The Best Innovation Strategy is Searching for Needs

Best Innovation Strategy is Searching for NeedsBooz & Company’s annual global study of R&D spending reveals that successful innovators bring clarity to the early stage of innovation. It’s when companies generate ideas and decide which ones to develop.

Just 43 percent of participants said they were highly effective in generating new ideas. And only 36 percent felt the same way about converting ideas to development projects. Altogether, only a quarter of all companies indicated they were highly effective at the front end of innovation. Which is a shocking conclusion.

There are three fundamental innovation strategies. You can categorize companies as Need Seekers, Market Readers, or Technology Drivers. Booz & Company describes them as follows:

1. Need Seekers, such as Apple and Procter & Gamble, make a point of engaging customers directly to generate new ideas. They develop new products and services based on superior end-user understanding.

2. Market Readers, such as Hyundai and Caterpillar, use a variety of means to generate ideas by closely monitoring their markets, customers, and competitors, focusing largely on creating value through incremental innovations.

3. Technology Drivers, such as Google and Bosch, depend heavily on their internal technological capabilities to develop new products and services.

The Booz & Company’s study confirms that following a Need Seekers strategy offers the greatest potential for superior performance in the long term. Fifty percent of respondents who defined their companies as Need Seekers said their companies were effective at both the ideation and conversion stages of innovation compared with just 12 percent of Market Readers and 20 percent of Technology Drivers. These are the same companies, by and large, that consistently outperform financially.

So need seeking is essential, because a good innovation is a simple solution to a relevant customer need.

But what does a need look like? I like to inspire you with 10 relevant needs and innovative new products or services solving them.

Need & Problem Solution
Consultant: I need new assignments. How do I expand my business network in an efficient way? LinkedIn
Music lovers: I love to listen to music (for free) but I hate to be a pirate downloading it illegally. Spotify
Consumer cleaning: I sick and tired of a bad performing vacuum cleaner Dyson cyclone            vacuum cleaner
Consumer: Is this bed clean and free of bugs I can hardly see? The Bed Bug Detective
Snow boarder: I like to go down hill fast but I am afraid for nasty accidents. The Katal Landing Pad
Consumer painting: If there is one thing that really annoys me, it’s cleaning used brushers and rollers. Dulux PaintPod
Green consumer: I hate spilling water and money flushing a toilet. Brondell Perfect Flush
3rd world: due to flooding we lack clean drinking water. Filtrix Filterpen
Full time mother: Now the kids are getting bigger, I like to re-enter the workforce, but who is waiting for me out there? Work4Women
Green consumer: I love to celebrate Christmas with a real tree, but don’t like destroying nature. Lease a living Christmas tree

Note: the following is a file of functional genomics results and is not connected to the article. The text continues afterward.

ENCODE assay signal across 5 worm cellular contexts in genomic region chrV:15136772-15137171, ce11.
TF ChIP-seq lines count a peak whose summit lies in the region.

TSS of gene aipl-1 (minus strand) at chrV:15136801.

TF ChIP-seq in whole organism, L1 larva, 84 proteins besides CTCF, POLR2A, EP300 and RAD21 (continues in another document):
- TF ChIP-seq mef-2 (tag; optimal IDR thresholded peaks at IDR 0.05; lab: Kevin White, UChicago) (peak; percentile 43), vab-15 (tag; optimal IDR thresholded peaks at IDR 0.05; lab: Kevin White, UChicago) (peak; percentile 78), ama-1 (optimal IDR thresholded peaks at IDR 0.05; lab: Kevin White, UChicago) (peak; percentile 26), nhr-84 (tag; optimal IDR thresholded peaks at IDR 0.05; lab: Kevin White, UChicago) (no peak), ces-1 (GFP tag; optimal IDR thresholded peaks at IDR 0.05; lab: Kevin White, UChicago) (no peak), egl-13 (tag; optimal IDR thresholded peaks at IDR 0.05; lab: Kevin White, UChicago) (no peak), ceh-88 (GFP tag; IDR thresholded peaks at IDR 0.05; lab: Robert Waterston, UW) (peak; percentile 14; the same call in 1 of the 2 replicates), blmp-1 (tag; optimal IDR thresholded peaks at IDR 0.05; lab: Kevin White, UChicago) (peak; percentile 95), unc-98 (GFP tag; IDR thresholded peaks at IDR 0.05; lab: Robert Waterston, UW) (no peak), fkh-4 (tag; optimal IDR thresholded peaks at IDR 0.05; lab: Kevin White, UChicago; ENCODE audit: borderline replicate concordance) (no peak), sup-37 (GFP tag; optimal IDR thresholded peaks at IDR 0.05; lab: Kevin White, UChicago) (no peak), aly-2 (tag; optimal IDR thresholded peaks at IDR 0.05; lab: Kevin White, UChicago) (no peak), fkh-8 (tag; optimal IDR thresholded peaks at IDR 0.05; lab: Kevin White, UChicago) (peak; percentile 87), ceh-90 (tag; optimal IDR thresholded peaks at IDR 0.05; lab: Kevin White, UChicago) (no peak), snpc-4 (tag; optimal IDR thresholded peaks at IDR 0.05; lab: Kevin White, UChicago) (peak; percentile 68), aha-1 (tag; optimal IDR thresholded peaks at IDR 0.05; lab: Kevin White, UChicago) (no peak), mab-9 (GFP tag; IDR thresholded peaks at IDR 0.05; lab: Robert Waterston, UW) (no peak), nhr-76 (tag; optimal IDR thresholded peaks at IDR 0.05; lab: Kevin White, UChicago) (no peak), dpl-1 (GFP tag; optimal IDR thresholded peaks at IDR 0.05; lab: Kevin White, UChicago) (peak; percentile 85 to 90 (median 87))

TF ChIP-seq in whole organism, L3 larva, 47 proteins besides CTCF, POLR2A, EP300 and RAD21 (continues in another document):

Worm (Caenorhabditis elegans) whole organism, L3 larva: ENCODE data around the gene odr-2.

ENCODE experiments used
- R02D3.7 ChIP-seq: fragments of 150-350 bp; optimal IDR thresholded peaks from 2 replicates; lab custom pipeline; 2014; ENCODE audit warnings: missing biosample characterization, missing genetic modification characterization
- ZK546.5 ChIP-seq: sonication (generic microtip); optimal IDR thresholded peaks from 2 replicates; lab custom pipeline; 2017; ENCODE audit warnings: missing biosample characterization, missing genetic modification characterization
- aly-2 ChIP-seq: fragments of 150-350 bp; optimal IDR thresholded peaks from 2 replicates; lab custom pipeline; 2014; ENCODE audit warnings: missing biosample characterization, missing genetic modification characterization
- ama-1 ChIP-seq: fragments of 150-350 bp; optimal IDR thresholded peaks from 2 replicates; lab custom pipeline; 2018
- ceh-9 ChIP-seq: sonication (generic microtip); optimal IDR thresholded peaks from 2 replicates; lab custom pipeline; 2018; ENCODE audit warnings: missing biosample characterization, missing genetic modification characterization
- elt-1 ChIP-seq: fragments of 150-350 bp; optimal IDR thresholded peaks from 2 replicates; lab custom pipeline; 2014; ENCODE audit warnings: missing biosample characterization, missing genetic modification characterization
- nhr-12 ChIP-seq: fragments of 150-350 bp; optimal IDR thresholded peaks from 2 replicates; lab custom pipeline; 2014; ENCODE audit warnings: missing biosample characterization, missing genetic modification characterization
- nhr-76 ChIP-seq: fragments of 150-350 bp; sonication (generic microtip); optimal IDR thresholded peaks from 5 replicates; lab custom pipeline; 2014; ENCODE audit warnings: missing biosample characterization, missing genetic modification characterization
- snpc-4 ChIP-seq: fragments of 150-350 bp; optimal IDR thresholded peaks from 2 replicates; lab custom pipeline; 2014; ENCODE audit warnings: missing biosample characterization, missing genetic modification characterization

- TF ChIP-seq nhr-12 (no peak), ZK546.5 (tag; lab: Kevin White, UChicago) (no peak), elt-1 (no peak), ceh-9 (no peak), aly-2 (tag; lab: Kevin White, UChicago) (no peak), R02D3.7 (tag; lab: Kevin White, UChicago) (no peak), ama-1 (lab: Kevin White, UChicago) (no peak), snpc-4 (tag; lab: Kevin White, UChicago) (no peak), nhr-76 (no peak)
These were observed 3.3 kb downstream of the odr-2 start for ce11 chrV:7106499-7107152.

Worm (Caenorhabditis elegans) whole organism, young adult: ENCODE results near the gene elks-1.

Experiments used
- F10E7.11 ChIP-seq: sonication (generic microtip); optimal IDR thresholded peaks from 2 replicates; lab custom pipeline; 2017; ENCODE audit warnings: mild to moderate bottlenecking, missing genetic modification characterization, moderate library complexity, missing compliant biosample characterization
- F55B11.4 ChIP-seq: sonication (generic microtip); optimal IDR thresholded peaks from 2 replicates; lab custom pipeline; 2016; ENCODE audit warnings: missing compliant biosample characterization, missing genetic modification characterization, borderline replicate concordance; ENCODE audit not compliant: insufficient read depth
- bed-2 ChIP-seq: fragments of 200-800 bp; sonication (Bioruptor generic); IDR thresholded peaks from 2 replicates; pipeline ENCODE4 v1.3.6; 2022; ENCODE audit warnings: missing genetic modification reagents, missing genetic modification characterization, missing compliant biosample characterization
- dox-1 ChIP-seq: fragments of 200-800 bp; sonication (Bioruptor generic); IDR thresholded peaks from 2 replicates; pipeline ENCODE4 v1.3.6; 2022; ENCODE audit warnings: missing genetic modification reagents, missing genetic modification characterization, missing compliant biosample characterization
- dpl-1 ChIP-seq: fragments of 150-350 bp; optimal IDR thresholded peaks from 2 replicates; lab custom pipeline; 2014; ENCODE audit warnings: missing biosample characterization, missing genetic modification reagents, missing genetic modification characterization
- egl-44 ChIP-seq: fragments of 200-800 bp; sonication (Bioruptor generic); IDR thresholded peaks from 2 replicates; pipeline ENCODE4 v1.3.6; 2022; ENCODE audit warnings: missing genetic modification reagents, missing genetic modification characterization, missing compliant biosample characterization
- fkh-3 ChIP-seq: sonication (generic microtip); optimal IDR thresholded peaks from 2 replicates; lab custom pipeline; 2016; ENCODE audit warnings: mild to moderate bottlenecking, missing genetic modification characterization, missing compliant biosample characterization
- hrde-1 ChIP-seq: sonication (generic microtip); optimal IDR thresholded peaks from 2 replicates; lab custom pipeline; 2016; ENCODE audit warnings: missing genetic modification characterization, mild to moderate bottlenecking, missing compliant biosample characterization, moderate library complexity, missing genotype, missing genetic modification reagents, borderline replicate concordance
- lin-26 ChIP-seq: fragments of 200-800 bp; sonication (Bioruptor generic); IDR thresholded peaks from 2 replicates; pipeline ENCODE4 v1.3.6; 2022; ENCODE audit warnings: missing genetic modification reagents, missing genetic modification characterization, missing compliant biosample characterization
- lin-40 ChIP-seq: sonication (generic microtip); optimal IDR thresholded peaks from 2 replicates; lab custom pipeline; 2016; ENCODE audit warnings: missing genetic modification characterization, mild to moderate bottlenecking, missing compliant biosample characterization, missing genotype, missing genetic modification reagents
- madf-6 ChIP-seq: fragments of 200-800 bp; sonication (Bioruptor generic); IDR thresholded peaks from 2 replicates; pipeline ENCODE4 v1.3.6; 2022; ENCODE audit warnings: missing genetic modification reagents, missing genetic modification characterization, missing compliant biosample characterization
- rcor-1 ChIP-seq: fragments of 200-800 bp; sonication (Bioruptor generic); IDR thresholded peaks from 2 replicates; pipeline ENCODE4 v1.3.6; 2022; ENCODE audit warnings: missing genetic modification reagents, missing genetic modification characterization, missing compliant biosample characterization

As a good customer understanding is essential, how do you discover relevant unmet needs? And how do you incorporate need seeking in your idea generation process?

A example of an innovation process incorporating the discovery of user needs is the FORTH innovation method. Step two in this structured expedition is called ‘Observe and Learn’. It focuses on finding concrete customer needs, using ‘tools’ like personal visits, focus groups, web searching social media and crowd sourcing techniques. You can download the innovation map of the FORTH method for free.

image credit: deskarati.com

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Gijs van Wulfen

Gijs van Wulfen leads ideation processes and is the founder of the FORTH innovation method. He is the author of Creating Innovative Products & Services, published by Gower.

This entry was posted in Creativity, Leadership, Management, Open Innovation, Psychology, Strategy, collaboration, marketing and tagged , , , , , , , , , , . Bookmark the permalink.

3 Responses to The Best Innovation Strategy is Searching for Needs

  1. I agree needs are big motivating factor in the development of new technologies. They help people push a little harder toward ideas that may not seems feasible at their inception. The greater the need the longer and harder innovators will work toward a solution.

  2. tilahun says:

    There are no good or bad way of inventions. Of course need-based inventions are readily accepted. As they say, need is the mother of invention.

  3. I believe there are some serious distortions in this article. Only a few of the described needs are really needs. Most of them did not exist before the solution and also a few of them represent a reincarnation of a common solution in a new ccontext. Like linkedin vs. B2B networking groups. There was no need for an iPhone or the T-Model if you asked people. IPhone brought simplicity to the smartphone marketspace like no company before or since.
    Was there a need for iPad? No. People bought the ipad initially without any idea what they will use it for. This is the problem with real innovation. You have to create a marketspace or innovate differently. Different would mean that the company is not focusing on needs but soft factors. Like Apple on simplicity, Google or Spotify on free, Mercedes on perfection and or luxury. Forget about the needs and focus on what soft factors your customers like or want from your company or product marketspace. With this you don’t have to set prices and fight competition. The customer will cooperate with you by setting acceptable prices which are obviously higher than your usual prices.

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